(Kumamoto, Japan) The world’s first international mercury treaty should address mercury in artisanal small-scale gold mining (ASGM) by applying the lessons from the Minamata tragedy, the International NGO IPEN said today.
In October, 2013, IPEN adopted its "Minamata Declaration on Toxic Metals." Along with IPEN's "Stockholm Declaration," which was developed in relation to IPEN's work on the Stockholm Convention on POPs, and its "Dubai Declaration for a Toxics-Free Future," which was developed in relation to IPEN's work on the Strategic Approach to International Chemicals Management (SAICM), IPEN's "Minamata Declaration on Toxic Metals" was spurred on by IPEN's f
Minamata, Japan — The world’s first international mercury treaty offers Japan an opportunity to make Minamata an international model for how to resolve environmental crises, the International NGO IPEN said today. Speaking in Minamata on the eve of a diplomatic conference in Kumamoto that will adopt the “Minamata Convention,” senior science and technical advisor for IPEN, Joe DiGangi, said:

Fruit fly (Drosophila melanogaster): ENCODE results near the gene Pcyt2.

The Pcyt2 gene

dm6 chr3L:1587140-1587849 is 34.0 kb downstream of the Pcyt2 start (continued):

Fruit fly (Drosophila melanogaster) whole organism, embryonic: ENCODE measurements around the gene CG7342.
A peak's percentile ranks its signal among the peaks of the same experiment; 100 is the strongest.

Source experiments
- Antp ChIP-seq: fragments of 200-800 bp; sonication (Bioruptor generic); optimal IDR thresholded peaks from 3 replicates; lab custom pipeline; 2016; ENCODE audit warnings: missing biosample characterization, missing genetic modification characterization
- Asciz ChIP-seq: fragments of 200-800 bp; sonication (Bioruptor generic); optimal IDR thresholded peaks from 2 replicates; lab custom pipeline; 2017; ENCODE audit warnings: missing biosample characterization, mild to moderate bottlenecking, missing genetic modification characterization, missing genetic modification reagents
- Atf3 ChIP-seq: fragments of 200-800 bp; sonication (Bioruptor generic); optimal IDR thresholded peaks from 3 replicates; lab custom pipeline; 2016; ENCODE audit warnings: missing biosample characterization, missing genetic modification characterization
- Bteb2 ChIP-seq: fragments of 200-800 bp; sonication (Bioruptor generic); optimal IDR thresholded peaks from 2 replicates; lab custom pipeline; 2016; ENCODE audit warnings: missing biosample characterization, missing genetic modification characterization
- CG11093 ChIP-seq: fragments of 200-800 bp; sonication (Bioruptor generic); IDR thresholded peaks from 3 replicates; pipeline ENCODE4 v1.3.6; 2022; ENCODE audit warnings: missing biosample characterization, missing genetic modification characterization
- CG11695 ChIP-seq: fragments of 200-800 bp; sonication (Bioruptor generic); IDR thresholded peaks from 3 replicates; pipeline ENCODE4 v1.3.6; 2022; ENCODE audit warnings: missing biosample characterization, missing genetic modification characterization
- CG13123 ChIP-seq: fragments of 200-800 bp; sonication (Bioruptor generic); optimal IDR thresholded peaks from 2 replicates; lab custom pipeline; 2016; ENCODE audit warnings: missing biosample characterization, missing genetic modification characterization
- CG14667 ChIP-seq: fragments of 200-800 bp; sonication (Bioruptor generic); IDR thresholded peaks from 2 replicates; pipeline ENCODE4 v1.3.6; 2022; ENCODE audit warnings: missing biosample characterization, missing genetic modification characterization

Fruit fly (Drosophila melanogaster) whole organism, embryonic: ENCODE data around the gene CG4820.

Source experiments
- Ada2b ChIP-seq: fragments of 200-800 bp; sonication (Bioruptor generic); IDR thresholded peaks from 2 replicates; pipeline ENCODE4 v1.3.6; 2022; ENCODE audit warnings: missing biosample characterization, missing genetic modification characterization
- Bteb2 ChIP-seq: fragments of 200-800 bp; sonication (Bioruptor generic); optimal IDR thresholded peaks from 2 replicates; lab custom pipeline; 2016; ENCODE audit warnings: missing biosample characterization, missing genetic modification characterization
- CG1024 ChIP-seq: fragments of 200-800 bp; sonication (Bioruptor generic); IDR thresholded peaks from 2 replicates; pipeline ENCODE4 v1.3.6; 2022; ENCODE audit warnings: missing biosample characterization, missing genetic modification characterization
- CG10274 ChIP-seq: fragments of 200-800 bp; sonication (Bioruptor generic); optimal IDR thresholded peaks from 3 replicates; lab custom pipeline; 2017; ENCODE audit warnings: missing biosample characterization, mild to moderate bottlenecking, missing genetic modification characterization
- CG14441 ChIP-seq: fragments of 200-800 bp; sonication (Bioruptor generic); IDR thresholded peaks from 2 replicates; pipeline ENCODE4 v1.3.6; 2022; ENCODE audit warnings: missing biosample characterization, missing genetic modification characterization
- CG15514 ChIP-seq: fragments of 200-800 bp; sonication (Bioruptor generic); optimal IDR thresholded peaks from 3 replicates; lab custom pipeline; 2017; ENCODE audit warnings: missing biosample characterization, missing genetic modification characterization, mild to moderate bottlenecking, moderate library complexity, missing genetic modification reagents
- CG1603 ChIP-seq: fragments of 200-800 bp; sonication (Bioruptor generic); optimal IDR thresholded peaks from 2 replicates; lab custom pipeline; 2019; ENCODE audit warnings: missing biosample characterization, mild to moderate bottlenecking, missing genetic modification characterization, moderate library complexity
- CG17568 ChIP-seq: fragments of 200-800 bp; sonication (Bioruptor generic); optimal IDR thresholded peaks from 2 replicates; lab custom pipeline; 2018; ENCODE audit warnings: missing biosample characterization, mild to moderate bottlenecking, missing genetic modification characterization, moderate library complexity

“The Mercury Treaty is particularly connected to Minamata because it specifically calls on governments around the world to learn and apply the lessons from the Minamata tragedy to prevent mercury poisoning in the future. Unfortunately, the original tragedy is still not resolved.”